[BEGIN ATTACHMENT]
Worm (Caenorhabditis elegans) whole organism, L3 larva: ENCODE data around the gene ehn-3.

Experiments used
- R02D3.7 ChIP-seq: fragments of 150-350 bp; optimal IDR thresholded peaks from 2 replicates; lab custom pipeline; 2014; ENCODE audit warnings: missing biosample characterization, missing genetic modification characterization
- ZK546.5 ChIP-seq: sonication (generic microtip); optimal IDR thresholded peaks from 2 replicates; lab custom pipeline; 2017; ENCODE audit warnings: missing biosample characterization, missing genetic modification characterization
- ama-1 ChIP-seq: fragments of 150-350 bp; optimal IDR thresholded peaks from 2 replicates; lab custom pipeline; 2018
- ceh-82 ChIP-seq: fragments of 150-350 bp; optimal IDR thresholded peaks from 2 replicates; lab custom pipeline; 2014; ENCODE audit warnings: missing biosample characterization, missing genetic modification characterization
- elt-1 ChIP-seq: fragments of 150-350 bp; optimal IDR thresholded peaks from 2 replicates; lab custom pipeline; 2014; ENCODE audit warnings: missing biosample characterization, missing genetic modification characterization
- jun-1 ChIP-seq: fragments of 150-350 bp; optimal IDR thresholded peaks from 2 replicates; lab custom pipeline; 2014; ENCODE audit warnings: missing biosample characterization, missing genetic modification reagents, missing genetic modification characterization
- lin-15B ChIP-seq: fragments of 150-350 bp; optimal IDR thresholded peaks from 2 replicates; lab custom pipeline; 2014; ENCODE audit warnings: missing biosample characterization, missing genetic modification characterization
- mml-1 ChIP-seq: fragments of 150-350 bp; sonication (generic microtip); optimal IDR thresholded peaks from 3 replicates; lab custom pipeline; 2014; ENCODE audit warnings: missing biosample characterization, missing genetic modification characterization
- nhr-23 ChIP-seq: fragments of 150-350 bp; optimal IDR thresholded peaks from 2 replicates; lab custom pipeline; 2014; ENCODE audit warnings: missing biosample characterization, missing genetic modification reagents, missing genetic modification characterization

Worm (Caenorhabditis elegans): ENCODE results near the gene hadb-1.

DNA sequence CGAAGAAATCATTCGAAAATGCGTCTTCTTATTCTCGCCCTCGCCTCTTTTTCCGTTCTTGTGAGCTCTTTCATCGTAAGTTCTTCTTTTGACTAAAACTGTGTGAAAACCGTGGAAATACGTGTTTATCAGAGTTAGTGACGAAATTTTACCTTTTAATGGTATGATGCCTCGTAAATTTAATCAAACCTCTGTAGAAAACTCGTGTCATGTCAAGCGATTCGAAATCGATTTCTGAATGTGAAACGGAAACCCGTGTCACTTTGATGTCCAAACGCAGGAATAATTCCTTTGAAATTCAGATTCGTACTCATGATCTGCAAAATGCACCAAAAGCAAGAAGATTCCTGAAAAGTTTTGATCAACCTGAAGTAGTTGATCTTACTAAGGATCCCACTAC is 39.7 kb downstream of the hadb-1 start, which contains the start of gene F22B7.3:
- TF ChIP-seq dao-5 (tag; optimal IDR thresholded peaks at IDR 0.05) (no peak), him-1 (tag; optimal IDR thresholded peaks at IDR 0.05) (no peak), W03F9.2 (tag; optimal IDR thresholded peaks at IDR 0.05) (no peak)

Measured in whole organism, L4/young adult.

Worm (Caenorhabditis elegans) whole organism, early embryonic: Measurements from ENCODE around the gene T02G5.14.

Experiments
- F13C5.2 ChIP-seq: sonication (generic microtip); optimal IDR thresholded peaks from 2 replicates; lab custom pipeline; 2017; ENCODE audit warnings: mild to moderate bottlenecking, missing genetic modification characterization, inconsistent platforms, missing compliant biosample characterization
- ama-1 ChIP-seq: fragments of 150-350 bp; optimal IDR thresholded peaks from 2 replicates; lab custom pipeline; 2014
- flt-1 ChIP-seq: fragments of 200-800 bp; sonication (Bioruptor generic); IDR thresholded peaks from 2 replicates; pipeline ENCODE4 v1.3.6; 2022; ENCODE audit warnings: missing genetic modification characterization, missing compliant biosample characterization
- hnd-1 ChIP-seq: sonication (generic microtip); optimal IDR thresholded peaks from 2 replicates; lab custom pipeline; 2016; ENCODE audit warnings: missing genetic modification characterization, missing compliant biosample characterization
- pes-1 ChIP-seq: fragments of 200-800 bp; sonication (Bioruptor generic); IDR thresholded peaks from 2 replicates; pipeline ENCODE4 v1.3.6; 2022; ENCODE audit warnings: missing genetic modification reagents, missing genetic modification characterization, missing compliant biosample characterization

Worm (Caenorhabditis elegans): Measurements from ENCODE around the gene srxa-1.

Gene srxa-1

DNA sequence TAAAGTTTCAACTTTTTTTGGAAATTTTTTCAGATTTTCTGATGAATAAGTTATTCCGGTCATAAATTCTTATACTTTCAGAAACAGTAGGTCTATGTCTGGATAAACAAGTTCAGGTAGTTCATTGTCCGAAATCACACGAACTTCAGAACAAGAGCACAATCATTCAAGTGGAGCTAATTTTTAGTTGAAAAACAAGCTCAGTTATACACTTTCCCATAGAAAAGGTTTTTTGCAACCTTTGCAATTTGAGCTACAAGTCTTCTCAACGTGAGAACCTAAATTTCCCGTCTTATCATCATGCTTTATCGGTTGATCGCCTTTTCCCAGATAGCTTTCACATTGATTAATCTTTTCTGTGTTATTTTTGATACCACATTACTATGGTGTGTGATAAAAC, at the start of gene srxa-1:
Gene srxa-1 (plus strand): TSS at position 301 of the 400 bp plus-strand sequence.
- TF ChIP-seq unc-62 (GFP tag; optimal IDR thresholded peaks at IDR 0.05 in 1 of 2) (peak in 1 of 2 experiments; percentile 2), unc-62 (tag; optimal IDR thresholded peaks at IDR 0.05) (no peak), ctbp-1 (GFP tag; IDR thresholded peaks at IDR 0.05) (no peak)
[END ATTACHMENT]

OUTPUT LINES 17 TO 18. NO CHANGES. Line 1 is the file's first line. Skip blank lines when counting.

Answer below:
Experiments
- F13C5.2 ChIP-seq: sonication (generic microtip); optimal IDR thresholded peaks from 2 replicates; lab custom pipeline; 2017; ENCODE audit warnings: mild to moderate bottlenecking, missing genetic modification characterization, inconsistent platforms, missing compliant biosample characterization